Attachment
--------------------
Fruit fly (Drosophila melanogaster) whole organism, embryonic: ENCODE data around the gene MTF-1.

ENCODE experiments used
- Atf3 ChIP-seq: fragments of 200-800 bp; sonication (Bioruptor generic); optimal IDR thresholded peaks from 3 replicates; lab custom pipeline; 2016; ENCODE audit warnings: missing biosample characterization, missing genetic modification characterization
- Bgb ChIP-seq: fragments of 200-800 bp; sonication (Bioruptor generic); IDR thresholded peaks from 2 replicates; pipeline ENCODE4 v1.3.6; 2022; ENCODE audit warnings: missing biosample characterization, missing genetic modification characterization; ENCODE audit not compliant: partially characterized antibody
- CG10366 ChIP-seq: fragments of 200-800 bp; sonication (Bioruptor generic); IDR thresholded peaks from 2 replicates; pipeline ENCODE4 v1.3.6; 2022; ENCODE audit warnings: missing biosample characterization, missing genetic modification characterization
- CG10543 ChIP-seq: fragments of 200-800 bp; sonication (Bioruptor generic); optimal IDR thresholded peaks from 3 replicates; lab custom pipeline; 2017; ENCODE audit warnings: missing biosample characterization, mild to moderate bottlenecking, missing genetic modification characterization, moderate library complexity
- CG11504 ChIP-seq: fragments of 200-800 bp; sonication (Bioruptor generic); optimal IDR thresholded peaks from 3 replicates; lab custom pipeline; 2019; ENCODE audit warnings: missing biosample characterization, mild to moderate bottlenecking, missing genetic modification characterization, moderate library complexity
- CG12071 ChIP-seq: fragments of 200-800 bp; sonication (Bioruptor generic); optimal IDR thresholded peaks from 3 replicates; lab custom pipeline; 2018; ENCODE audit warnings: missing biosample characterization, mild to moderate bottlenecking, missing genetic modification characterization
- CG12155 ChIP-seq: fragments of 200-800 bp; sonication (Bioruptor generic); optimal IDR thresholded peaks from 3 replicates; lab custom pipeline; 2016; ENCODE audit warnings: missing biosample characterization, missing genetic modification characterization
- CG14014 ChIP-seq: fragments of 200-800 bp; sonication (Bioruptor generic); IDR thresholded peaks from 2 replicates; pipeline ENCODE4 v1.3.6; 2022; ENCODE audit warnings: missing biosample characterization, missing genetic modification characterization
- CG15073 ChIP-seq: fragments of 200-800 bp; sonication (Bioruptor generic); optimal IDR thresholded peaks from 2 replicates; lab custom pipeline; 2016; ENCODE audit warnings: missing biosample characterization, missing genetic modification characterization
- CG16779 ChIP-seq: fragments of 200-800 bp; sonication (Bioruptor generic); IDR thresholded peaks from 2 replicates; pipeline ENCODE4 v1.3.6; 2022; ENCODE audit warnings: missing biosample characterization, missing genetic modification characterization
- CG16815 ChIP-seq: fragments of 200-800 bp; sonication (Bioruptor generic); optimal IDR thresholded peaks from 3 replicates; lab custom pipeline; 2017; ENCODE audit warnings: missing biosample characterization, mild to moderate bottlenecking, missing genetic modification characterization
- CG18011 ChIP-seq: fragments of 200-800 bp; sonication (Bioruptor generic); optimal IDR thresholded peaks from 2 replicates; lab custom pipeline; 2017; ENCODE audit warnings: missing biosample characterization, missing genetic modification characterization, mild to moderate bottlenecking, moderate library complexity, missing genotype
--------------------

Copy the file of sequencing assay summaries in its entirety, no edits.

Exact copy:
Fruit fly (Drosophila melanogaster) whole organism, embryonic: ENCODE data around the gene MTF-1.

ENCODE experiments used
- Atf3 ChIP-seq: fragments of 200-800 bp; sonication (Bioruptor generic); optimal IDR thresholded peaks from 3 replicates; lab custom pipeline; 2016; ENCODE audit warnings: missing biosample characterization, missing genetic modification characterization
- Bgb ChIP-seq: fragments of 200-800 bp; sonication (Bioruptor generic); IDR thresholded peaks from 2 replicates; pipeline ENCODE4 v1.3.6; 2022; ENCODE audit warnings: missing biosample characterization, missing genetic modification characterization; ENCODE audit not compliant: partially characterized antibody
- CG10366 ChIP-seq: fragments of 200-800 bp; sonication (Bioruptor generic); IDR thresholded peaks from 2 replicates; pipeline ENCODE4 v1.3.6; 2022; ENCODE audit warnings: missing biosample characterization, missing genetic modification characterization
- CG10543 ChIP-seq: fragments of 200-800 bp; sonication (Bioruptor generic); optimal IDR thresholded peaks from 3 replicates; lab custom pipeline; 2017; ENCODE audit warnings: missing biosample characterization, mild to moderate bottlenecking, missing genetic modification characterization, moderate library complexity
- CG11504 ChIP-seq: fragments of 200-800 bp; sonication (Bioruptor generic); optimal IDR thresholded peaks from 3 replicates; lab custom pipeline; 2019; ENCODE audit warnings: missing biosample characterization, mild to moderate bottlenecking, missing genetic modification characterization, moderate library complexity
- CG12071 ChIP-seq: fragments of 200-800 bp; sonication (Bioruptor generic); optimal IDR thresholded peaks from 3 replicates; lab custom pipeline; 2018; ENCODE audit warnings: missing biosample characterization, mild to moderate bottlenecking, missing genetic modification characterization
- CG12155 ChIP-seq: fragments of 200-800 bp; sonication (Bioruptor generic); optimal IDR thresholded peaks from 3 replicates; lab custom pipeline; 2016; ENCODE audit warnings: missing biosample characterization, missing genetic modification characterization
- CG14014 ChIP-seq: fragments of 200-800 bp; sonication (Bioruptor generic); IDR thresholded peaks from 2 replicates; pipeline ENCODE4 v1.3.6; 2022; ENCODE audit warnings: missing biosample characterization, missing genetic modification characterization
- CG15073 ChIP-seq: fragments of 200-800 bp; sonication (Bioruptor generic); optimal IDR thresholded peaks from 2 replicates; lab custom pipeline; 2016; ENCODE audit warnings: missing biosample characterization, missing genetic modification characterization
- CG16779 ChIP-seq: fragments of 200-800 bp; sonication (Bioruptor generic); IDR thresholded peaks from 2 replicates; pipeline ENCODE4 v1.3.6; 2022; ENCODE audit warnings: missing biosample characterization, missing genetic modification characterization
- CG16815 ChIP-seq: fragments of 200-800 bp; sonication (Bioruptor generic); optimal IDR thresholded peaks from 3 replicates; lab custom pipeline; 2017; ENCODE audit warnings: missing biosample characterization, mild to moderate bottlenecking, missing genetic modification characterization
- CG18011 ChIP-seq: fragments of 200-800 bp; sonication (Bioruptor generic); optimal IDR thresholded peaks from 2 replicates; lab custom pipeline; 2017; ENCODE audit warnings: missing biosample characterization, missing genetic modification characterization, mild to moderate bottlenecking, moderate library complexity, missing genotype